Some other benefits of the Lady Bird Deed fall into Elder Law planning. A huge perk with the Lady Bird Deed is that Medicaid will not consider the Lady Bird Deed transfer as an ineligible transfer of assets; which could otherwise prevent the transferring homeowner (Grantor) from getting Medicaid Benefits within five years of the real property transfer. This is a non-issue when correctly utilizing the Lady Bird Deed as the transfer will not be counted against the Grantor regarding Medicaid.
Retained Control: Flexibility to Sell, Refinance or Rent your Real Property
Usually, parents have good intentions by putting their children on the title while they are still alive since their understanding is that the real property will easily pass to their children without the need of probate court and all the headaches and costs associated with it. Unfortunately, these good intentions and cost-saving shortcuts, can backfire on the parents and not only prove financially draining but potentially dangerous to preservation of the amicable family dynamics.
For example, if the parent’s wanted to sell their real property for any reason, maybe they need to downsize to a more manageable home, or they want to liquidate their real property in order to spend it on a dream vacation, but their children decide this is not a good idea, the parents are going to have a very hard time getting the real property to market and sold without the help a litigation attorney. There will also probably be a war with their children, which will most likely end with them being disinherited in their parent’s estate plan.
This situation is avoided with the Lady Bird Deed, as the beneficiaries on the deed, will have no right to stop the parents from selling their real property in order to embark on a dream vacation with the proceeds, refinance their real property or even rent it out for profit.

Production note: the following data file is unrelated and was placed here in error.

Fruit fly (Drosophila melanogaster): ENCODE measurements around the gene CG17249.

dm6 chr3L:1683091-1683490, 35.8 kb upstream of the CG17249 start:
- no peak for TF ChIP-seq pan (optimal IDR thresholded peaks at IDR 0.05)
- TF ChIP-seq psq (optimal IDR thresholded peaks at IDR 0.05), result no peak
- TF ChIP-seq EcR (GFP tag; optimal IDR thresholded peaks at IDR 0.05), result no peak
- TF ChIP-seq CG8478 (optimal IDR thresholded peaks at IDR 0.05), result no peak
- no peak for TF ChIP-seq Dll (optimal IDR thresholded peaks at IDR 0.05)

Another huge benefit of the Lady Bird Deed is that the Grantors (parents in this example again) are not subjected to their selected beneficiaries’ (usually their children) creditors. This is contrary to the issues that parents typically and accidentally subject themselves to by adding their children to the title (usually as joints tenants with rights of survivorship) via a Quit-Claim or Warranty Deed.
This serious issue is often innocently overlooked and subjects parents to their children’s creditors. You may think, “Oh no, my Johnny has zero creditors, he pays all of his bills on time and has an 850-credit score”, but the reality is an 850-credit score has nothing to do with the fact that if good-ole Johnny boy gets into a serious car accident and the injured party goes after him; your assets may be available to satisfy their claims since Johnny is on the title to the deed with you.
Don’t worry though, these issues can be simply avoided by utilizing the Lady Bird Deed and your real property will still get to Johnny (but without you losing sleep or assets over it).
Lady Bird Deed Recap of Benefits
- Full Control of Real Property: Grantor has full control of the real property during life.
- No Probate: Automatic transfer of the real property upon death of the Grantor.
- Creditors: Grantor is not subject to future beneficiaries’ creditors.
- Medicaid: Not considered as an ineligible transfer of assets.
- Cost-Effective: Reasonable fees to set up and avoids probate fees in the future.
If you should have any questions or would like to discuss preparing a Lady Bird Deed, I may be reached at firstname.lastname@example.org or by phone at 239-344-1358.